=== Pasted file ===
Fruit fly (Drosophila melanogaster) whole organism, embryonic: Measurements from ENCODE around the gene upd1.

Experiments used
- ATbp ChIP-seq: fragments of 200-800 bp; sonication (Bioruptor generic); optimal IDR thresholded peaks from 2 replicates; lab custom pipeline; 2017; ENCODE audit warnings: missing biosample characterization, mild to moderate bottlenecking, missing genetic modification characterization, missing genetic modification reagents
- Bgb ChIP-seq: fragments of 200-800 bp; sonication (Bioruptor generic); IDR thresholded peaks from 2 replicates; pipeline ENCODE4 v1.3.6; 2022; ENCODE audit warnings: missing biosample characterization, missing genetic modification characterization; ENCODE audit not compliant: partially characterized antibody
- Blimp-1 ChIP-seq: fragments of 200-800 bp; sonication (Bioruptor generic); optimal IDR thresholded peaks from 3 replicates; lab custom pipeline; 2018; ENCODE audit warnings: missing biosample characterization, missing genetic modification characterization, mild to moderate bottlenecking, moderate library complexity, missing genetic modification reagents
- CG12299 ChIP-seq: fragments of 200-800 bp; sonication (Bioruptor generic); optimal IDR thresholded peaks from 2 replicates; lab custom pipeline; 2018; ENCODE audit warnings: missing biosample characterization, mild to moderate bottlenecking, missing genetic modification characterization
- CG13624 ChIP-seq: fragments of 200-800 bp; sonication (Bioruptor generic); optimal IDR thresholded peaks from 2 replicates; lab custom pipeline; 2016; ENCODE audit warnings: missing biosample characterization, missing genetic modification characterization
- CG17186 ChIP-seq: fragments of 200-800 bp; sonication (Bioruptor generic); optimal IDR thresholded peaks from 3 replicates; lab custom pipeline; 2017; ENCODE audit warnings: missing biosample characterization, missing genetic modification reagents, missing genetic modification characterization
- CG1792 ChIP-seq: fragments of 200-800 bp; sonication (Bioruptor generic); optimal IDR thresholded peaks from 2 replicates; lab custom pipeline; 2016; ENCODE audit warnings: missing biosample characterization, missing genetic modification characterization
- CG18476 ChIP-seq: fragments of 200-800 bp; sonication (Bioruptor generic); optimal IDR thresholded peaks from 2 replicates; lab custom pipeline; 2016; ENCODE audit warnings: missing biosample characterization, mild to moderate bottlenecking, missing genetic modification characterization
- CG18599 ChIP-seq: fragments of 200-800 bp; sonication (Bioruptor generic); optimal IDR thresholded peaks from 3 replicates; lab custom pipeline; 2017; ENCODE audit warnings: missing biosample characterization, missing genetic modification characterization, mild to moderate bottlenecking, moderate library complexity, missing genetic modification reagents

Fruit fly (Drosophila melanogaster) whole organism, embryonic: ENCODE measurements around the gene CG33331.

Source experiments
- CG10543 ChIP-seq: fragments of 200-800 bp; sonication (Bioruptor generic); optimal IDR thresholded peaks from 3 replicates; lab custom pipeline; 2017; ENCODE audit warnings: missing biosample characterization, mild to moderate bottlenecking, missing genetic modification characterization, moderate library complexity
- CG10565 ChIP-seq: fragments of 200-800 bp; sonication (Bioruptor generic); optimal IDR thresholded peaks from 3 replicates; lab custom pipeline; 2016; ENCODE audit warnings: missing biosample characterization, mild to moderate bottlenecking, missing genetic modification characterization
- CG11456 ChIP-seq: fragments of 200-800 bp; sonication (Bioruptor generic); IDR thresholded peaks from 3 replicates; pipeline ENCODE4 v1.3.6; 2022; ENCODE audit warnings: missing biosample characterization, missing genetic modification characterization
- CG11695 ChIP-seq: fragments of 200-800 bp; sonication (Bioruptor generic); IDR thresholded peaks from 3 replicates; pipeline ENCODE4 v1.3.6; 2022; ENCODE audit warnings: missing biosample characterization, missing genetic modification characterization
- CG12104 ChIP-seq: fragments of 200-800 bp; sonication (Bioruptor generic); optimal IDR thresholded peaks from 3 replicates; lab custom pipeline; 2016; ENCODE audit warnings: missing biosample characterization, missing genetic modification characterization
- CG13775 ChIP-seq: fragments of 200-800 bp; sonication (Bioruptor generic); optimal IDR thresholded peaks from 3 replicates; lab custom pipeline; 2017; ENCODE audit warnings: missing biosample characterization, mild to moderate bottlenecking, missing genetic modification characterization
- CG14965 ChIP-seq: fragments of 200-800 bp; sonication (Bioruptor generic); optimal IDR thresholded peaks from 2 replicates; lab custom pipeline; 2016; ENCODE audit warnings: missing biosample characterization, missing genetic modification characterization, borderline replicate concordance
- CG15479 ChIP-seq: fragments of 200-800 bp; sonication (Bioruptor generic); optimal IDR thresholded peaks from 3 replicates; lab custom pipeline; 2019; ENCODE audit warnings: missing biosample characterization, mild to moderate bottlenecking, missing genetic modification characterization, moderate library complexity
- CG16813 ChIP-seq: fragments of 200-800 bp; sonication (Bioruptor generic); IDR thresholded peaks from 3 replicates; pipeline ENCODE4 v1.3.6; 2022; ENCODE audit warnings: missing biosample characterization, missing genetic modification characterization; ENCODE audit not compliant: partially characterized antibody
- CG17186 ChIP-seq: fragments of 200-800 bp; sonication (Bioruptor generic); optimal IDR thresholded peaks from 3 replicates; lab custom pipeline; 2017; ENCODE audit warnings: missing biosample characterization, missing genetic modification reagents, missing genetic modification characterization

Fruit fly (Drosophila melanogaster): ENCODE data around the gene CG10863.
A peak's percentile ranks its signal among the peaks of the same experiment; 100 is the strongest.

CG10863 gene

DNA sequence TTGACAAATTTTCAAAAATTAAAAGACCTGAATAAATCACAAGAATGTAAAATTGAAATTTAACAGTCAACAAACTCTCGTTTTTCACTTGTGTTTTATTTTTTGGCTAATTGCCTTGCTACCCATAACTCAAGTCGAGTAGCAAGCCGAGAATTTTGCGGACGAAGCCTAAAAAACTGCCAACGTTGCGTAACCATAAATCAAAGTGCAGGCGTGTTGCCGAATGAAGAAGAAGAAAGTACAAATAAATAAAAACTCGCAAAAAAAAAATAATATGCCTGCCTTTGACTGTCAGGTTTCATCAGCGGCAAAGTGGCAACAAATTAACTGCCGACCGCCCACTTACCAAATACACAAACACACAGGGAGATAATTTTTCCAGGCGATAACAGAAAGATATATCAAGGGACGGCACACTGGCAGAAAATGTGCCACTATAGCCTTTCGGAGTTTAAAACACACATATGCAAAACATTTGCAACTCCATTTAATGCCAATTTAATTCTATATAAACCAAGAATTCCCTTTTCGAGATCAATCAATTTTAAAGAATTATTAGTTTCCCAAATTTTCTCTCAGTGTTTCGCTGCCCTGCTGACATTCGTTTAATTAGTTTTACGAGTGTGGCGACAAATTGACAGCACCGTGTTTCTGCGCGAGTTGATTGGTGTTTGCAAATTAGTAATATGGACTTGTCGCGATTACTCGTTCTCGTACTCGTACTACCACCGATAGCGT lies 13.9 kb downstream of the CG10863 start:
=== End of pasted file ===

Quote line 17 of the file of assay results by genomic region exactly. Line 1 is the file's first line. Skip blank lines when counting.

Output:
- CG11695 ChIP-seq: fragments of 200-800 bp; sonication (Bioruptor generic); IDR thresholded peaks from 3 replicates; pipeline ENCODE4 v1.3.6; 2022; ENCODE audit warnings: missing biosample characterization, missing genetic modification characterization